Ageing men on TRT suffer from greater cardiovascular risk
Testosterone replacement therapy (TRT) may come with an increased risk of cardiovascular events in ageing men with low testosterone levels, a new study has found.
Accessing the UK Clinical Practice Research Datalink, researchers investigated the role of TRT on clinical outcomes in 15,041 men (mean age, 60.4±9.6 years) with low testosterone levels and no evidence of hypogonadotropic or testicular disease. The primary outcome was a composite between ischaemic stroke/transient ischaemic attacks and myocardial infarction.
TRT was prescribed to 4,485 men on at least one occasion, most of whom used testosterone gels/creams (56.8 percent); 33.6 percent received TRT via injections.
Over 71,541 person-years of follow-up, 850 cases of the composite outcome were reported, resulting in a crude incidence rate of 1.19 (95 percent CI, 1.11–1.27) per 100 persons per year. Current TRT use increased the risk of the primary outcome by 21 percent (hazard ratio [HR], 1.21, 1.00–1.46).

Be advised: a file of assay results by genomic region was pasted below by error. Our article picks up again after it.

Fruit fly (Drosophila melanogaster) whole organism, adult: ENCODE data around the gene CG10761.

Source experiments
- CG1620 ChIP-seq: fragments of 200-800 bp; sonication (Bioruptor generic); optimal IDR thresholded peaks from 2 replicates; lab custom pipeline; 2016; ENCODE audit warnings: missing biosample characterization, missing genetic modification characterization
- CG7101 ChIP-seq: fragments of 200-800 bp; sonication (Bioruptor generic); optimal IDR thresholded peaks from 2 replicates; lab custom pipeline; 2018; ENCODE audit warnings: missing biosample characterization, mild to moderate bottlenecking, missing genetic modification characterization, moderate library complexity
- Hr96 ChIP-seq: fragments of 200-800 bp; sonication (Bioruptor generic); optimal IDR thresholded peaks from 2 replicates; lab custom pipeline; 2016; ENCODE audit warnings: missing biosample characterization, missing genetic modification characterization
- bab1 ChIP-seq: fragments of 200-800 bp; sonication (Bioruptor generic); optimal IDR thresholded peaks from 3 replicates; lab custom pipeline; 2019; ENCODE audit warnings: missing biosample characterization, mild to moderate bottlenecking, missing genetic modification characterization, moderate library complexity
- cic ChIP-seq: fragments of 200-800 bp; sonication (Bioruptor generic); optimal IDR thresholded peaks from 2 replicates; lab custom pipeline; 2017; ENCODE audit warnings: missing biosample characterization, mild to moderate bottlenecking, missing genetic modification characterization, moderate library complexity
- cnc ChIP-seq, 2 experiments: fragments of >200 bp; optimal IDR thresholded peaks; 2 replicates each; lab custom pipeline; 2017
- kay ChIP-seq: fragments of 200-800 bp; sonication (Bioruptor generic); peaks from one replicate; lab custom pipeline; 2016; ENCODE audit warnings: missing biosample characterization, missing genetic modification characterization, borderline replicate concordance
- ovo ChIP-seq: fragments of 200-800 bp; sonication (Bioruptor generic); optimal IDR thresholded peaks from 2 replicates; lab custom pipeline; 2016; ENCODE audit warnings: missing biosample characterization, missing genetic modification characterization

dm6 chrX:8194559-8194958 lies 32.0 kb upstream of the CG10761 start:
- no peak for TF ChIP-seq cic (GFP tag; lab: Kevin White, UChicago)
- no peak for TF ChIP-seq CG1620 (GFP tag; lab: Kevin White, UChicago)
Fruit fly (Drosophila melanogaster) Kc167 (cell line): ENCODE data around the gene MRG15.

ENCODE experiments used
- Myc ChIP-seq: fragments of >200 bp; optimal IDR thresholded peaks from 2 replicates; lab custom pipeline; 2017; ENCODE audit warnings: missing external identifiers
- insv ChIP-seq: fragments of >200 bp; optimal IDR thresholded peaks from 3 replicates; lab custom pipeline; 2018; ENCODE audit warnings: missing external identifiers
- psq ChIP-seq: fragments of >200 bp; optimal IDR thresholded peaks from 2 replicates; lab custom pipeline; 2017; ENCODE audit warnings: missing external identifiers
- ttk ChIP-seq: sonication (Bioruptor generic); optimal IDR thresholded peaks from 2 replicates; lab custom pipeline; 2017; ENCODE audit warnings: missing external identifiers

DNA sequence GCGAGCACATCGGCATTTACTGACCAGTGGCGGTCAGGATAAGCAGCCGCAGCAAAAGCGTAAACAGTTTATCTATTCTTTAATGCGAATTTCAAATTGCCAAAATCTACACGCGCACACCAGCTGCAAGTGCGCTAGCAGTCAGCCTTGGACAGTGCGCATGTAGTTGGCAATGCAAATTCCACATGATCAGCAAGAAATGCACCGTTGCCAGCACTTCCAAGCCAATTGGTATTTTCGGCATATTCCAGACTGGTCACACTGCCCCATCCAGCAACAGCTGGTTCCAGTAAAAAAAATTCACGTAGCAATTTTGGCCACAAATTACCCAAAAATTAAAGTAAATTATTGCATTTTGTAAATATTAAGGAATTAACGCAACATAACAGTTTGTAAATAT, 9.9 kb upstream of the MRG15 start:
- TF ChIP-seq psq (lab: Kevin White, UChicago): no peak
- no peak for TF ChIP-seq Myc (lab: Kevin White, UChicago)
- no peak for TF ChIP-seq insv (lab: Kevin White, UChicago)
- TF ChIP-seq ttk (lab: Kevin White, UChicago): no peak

In absolute terms, TRT use would account for an adjusted risk difference of 2.4 events per 1,000 persons per year.
Stratified analysis found that this risk peaked in the first 6 months to 2 years of continuous TRT use (HR, 1.35, 1.01–1.79) but tapered thereafter. The effect was also strongest among those aged 45–59 years (HR, 1.44, 1.07–1.92).
Notably, current use significantly reduced the risk of all-cause mortality (HR, 0.64, 0.52–0.78) relative to nonuse of TRT, while past use had the opposite effect (HR, 1.72, 1.21–2.45).
The principal results were robust to sensitivity analyses and remained consistent even after disaggregation according to TRT formulation.